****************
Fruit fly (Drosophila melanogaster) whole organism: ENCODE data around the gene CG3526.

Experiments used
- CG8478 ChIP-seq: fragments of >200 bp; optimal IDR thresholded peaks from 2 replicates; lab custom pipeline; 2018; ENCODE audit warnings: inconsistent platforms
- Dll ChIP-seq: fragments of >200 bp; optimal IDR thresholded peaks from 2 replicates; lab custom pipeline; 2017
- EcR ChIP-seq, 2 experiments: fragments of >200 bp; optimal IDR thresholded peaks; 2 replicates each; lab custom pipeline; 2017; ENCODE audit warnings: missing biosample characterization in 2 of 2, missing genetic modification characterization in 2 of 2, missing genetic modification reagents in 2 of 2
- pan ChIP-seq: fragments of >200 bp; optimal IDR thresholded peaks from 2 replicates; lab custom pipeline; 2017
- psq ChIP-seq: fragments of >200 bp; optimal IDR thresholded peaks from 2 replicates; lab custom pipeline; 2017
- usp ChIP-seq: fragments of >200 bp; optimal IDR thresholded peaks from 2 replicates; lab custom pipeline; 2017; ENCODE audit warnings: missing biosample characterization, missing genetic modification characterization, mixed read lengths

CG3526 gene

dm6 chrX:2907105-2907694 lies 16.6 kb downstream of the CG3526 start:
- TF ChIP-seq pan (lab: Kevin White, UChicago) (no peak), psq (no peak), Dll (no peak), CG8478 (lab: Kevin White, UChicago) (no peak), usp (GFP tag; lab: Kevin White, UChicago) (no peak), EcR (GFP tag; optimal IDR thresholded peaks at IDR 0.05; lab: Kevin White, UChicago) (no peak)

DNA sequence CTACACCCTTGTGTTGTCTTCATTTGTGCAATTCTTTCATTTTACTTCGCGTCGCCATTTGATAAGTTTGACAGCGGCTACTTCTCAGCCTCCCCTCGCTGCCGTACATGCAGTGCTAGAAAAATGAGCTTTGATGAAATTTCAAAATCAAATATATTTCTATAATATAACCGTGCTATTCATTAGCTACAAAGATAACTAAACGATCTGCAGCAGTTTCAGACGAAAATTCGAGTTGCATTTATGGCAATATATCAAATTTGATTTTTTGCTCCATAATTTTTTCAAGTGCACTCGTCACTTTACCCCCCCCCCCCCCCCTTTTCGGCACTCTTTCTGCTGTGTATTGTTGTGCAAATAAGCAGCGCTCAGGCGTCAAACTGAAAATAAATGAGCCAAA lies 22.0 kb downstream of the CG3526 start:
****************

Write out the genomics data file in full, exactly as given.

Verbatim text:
Fruit fly (Drosophila melanogaster) whole organism: ENCODE data around the gene CG3526.

Experiments used
- CG8478 ChIP-seq: fragments of >200 bp; optimal IDR thresholded peaks from 2 replicates; lab custom pipeline; 2018; ENCODE audit warnings: inconsistent platforms
- Dll ChIP-seq: fragments of >200 bp; optimal IDR thresholded peaks from 2 replicates; lab custom pipeline; 2017
- EcR ChIP-seq, 2 experiments: fragments of >200 bp; optimal IDR thresholded peaks; 2 replicates each; lab custom pipeline; 2017; ENCODE audit warnings: missing biosample characterization in 2 of 2, missing genetic modification characterization in 2 of 2, missing genetic modification reagents in 2 of 2
- pan ChIP-seq: fragments of >200 bp; optimal IDR thresholded peaks from 2 replicates; lab custom pipeline; 2017
- psq ChIP-seq: fragments of >200 bp; optimal IDR thresholded peaks from 2 replicates; lab custom pipeline; 2017
- usp ChIP-seq: fragments of >200 bp; optimal IDR thresholded peaks from 2 replicates; lab custom pipeline; 2017; ENCODE audit warnings: missing biosample characterization, missing genetic modification characterization, mixed read lengths

CG3526 gene

dm6 chrX:2907105-2907694 lies 16.6 kb downstream of the CG3526 start:
- TF ChIP-seq pan (lab: Kevin White, UChicago) (no peak), psq (no peak), Dll (no peak), CG8478 (lab: Kevin White, UChicago) (no peak), usp (GFP tag; lab: Kevin White, UChicago) (no peak), EcR (GFP tag; optimal IDR thresholded peaks at IDR 0.05; lab: Kevin White, UChicago) (no peak)

DNA sequence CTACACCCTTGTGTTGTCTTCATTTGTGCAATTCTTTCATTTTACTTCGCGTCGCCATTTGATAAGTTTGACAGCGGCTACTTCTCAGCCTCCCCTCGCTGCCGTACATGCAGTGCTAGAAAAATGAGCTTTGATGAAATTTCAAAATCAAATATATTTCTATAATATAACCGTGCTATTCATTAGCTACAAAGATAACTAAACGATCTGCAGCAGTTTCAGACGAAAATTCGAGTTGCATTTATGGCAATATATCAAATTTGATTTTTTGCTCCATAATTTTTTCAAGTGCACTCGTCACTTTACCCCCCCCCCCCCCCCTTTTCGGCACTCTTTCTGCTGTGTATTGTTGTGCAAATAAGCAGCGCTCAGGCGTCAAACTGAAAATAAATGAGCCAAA lies 22.0 kb downstream of the CG3526 start: